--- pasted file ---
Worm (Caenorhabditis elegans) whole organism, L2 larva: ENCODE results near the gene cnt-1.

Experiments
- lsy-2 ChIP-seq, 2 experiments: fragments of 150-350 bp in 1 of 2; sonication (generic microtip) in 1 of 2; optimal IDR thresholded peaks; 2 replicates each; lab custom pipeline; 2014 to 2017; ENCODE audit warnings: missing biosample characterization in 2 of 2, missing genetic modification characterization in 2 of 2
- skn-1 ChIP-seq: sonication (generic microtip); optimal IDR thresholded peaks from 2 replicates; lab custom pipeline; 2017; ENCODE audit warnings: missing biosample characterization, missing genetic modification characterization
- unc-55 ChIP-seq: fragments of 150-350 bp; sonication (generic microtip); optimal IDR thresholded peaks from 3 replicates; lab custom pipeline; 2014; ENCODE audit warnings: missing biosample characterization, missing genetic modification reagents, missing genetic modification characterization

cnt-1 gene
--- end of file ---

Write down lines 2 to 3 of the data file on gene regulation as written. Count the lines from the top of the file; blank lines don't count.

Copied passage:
Experiments
- lsy-2 ChIP-seq, 2 experiments: fragments of 150-350 bp in 1 of 2; sonication (generic microtip) in 1 of 2; optimal IDR thresholded peaks; 2 replicates each; lab custom pipeline; 2014 to 2017; ENCODE audit warnings: missing biosample characterization in 2 of 2, missing genetic modification characterization in 2 of 2